This article is the second in a series. In the first article, Dr. Connell discusses promising research insights about how children learn math and examines the challenges to bringing research into the classroom.
In my last article for Footnote, I described research showing that children from different socioeconomic backgrounds show up on the first day of kindergarten with wildly different levels of understanding about numbers. These differences in number sense lead to a significant achievement gap in math.(a) This research also found that small, concentrated efforts to teach low-income children number sense helped close the gap and bring their math performance up to – and in some cases beyond – that of their higher-income peers.1
By uncovering the foundations of how children learn math, this research suggests a powerful tool for helping children excel. But how can we make educational research discoveries like the number sense curriculum available to every child?
That was the question I set out to answer in 2011, when Jeff Durso and I launched an educational technology startup called Native Brain. Our mission is to give children the expertise in math they need to survive and thrive in the complex world they will inherit as adults, starting with a foundational mastery of number sense.
Bringing Research Into The Classroom
At Native Brain, our approach to developing educational products is thorough but straightforward:
- Identify what works. Scour the research literature for proven insights about effective math instruction and learning.
- Bottle what works and deliver it directly to students. Distill the most powerful and promising insights into carefully designed curricula that are delivered by intelligent technologies capable of individualizing instruction to the unique abilities and needs of each learner in real time.
- Build additional layers of support that involve educators. Provide intelligent tools that empower caretakers (parents, teachers, tutors, etc.) to support children’s learning in order to enhance the foundation provided by the technology.
- Close the loop and test the approach. Collaborate with others to validate that the powerful learning results documented by the original researchers in a controlled, high-resource environment can be reproduced in a typical home or public school classroom.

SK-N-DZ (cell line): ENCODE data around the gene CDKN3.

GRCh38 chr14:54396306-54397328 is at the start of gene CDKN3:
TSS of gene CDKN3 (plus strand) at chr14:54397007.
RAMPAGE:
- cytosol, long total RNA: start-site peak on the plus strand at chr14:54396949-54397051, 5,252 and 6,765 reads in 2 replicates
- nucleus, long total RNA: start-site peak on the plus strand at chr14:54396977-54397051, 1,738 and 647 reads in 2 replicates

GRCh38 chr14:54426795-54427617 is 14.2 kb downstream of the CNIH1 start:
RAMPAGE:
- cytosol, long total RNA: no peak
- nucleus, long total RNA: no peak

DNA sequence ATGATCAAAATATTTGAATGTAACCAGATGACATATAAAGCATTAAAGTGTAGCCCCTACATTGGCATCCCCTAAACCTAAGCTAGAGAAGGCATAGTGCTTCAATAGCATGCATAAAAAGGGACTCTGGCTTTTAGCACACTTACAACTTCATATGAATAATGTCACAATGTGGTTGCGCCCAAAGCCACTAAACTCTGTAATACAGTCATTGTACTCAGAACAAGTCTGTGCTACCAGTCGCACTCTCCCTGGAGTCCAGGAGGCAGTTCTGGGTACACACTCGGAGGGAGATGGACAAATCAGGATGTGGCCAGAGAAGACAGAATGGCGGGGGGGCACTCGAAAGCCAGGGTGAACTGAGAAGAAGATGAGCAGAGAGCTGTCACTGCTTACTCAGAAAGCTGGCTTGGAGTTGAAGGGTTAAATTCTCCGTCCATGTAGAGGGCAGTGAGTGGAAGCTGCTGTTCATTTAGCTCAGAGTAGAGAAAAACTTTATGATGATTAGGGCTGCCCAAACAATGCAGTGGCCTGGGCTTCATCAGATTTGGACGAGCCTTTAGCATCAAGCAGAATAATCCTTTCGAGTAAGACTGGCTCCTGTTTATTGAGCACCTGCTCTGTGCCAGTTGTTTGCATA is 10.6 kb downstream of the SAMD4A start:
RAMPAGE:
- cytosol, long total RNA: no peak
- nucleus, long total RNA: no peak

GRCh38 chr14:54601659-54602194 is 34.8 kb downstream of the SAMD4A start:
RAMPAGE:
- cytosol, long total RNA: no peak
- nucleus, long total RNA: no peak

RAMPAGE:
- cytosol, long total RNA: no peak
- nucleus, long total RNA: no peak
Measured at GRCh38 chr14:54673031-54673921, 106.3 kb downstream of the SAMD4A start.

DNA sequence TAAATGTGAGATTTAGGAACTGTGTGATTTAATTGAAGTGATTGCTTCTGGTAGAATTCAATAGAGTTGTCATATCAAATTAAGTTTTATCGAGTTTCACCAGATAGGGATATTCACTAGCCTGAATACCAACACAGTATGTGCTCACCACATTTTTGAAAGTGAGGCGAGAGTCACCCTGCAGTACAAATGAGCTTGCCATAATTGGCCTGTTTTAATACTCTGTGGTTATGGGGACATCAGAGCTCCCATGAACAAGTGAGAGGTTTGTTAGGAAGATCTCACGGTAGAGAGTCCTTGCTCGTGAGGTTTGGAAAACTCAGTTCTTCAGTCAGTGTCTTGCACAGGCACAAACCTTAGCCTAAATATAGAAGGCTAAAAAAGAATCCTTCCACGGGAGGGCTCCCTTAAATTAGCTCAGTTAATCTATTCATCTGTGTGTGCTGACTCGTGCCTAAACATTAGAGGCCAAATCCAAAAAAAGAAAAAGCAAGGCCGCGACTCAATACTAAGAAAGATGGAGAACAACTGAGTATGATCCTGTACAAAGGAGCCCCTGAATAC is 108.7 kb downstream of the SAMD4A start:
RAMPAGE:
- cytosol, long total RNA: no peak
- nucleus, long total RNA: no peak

Our first product, Native Numbers, is a curriculum based on number sense research.(b) It was designed following the research-to-practice strategy described above in an effort to solve the scaling problem by carrying forward the lessons from Griffin, Case, and Siegler’s successful laboratory intervention (discussed in my previous article) and making them available to every child and usable by every teacher. The Native Numbers application starts by familiarizing children with numbers in multiple representations (number rods, sets of animals, and numerals), then builds on number awareness to teach number relationships, order, one-to-one enumeration, counting, and other core number sense concepts and skills.
The application tracks each child’s understanding and adapts instruction to their “just right” level at every moment, providing more complex challenges only when they have demonstrated understanding of pre-requisite concepts and skills. Children can work through the curriculum independently, or, better yet, with the support of parents, teachers, tutors, or other caretakers who will encourage them and engage them in conversation about what they are learning.
At the time of this writing, Native Numbers is being used by tens of thousands of students in thousands of homes, classrooms, libraries, and other learning environments. We are working closely with several research teams to assess its efficacy in different environments through formal studies.